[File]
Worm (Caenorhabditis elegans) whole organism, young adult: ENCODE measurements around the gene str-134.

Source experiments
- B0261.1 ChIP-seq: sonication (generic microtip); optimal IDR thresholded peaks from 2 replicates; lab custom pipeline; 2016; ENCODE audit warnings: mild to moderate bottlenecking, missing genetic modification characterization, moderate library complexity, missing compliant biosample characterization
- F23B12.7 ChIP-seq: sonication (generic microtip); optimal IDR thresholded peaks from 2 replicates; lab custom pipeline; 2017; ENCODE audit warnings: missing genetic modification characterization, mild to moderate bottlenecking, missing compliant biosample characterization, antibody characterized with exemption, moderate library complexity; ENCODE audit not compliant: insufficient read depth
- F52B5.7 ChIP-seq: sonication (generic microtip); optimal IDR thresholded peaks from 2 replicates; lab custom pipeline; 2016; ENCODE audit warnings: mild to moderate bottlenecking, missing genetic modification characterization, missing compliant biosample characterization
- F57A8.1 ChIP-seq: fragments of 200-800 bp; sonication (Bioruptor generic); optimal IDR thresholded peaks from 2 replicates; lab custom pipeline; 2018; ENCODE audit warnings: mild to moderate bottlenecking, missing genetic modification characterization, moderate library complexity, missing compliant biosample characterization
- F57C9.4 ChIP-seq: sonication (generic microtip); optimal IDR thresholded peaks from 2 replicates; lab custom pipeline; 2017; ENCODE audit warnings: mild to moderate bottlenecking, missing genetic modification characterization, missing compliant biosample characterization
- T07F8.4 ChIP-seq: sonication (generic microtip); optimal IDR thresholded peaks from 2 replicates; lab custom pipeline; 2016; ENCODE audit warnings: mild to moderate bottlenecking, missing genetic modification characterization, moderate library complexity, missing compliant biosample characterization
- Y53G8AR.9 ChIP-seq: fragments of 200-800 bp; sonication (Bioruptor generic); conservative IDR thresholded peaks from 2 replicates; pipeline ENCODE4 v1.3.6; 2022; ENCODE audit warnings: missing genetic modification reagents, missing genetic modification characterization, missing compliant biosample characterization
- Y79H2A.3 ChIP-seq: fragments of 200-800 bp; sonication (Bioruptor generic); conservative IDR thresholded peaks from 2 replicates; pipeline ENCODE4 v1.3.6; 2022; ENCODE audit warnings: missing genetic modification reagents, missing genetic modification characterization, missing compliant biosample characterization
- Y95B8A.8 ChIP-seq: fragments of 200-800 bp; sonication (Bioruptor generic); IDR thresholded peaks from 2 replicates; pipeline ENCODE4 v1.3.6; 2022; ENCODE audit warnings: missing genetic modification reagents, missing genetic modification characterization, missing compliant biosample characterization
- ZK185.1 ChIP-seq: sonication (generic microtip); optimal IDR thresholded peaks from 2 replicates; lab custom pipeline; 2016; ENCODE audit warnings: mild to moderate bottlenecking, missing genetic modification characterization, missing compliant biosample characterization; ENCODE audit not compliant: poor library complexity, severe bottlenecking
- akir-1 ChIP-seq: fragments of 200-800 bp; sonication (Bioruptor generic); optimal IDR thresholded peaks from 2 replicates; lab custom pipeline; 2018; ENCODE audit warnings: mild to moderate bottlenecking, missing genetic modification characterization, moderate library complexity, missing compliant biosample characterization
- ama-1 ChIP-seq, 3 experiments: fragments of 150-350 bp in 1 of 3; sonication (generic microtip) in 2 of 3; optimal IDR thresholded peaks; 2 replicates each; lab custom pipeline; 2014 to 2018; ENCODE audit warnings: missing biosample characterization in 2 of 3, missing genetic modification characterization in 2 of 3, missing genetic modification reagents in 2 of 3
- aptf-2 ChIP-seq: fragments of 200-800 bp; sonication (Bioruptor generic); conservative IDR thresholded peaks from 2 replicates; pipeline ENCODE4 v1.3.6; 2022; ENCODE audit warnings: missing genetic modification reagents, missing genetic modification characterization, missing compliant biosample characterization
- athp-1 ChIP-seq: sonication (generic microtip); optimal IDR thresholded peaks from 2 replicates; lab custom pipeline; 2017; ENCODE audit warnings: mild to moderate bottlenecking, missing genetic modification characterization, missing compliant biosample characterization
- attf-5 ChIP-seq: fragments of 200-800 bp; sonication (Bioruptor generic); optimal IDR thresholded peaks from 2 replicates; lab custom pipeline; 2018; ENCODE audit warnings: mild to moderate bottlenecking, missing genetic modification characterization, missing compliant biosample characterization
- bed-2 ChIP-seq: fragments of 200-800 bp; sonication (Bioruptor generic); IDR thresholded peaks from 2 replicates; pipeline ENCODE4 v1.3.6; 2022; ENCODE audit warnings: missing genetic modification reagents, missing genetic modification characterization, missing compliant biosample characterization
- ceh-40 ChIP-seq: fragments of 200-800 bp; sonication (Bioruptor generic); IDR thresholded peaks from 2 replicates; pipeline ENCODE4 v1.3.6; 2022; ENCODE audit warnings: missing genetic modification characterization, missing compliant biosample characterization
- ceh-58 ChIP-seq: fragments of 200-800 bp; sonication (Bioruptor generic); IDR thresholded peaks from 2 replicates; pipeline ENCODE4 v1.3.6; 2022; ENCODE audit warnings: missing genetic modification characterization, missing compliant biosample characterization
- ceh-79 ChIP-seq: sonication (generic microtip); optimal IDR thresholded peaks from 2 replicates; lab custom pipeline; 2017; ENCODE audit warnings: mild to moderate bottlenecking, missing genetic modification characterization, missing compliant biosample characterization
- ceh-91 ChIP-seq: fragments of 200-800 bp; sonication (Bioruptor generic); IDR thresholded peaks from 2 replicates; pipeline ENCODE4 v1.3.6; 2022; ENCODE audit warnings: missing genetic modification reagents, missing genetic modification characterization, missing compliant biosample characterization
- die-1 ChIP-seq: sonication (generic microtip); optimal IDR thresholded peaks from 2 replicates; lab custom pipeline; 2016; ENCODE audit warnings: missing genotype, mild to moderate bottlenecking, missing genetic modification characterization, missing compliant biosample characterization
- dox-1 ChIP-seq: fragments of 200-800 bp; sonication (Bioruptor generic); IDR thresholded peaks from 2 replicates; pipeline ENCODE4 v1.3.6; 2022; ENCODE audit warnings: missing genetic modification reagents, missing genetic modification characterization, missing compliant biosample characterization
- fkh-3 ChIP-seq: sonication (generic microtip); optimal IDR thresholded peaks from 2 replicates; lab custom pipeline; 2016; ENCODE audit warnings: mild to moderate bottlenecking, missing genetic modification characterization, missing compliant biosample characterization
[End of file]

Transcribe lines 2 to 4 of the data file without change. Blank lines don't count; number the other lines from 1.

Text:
Source experiments
- B0261.1 ChIP-seq: sonication (generic microtip); optimal IDR thresholded peaks from 2 replicates; lab custom pipeline; 2016; ENCODE audit warnings: mild to moderate bottlenecking, missing genetic modification characterization, moderate library complexity, missing compliant biosample characterization
- F23B12.7 ChIP-seq: sonication (generic microtip); optimal IDR thresholded peaks from 2 replicates; lab custom pipeline; 2017; ENCODE audit warnings: missing genetic modification characterization, mild to moderate bottlenecking, missing compliant biosample characterization, antibody characterized with exemption, moderate library complexity; ENCODE audit not compliant: insufficient read depth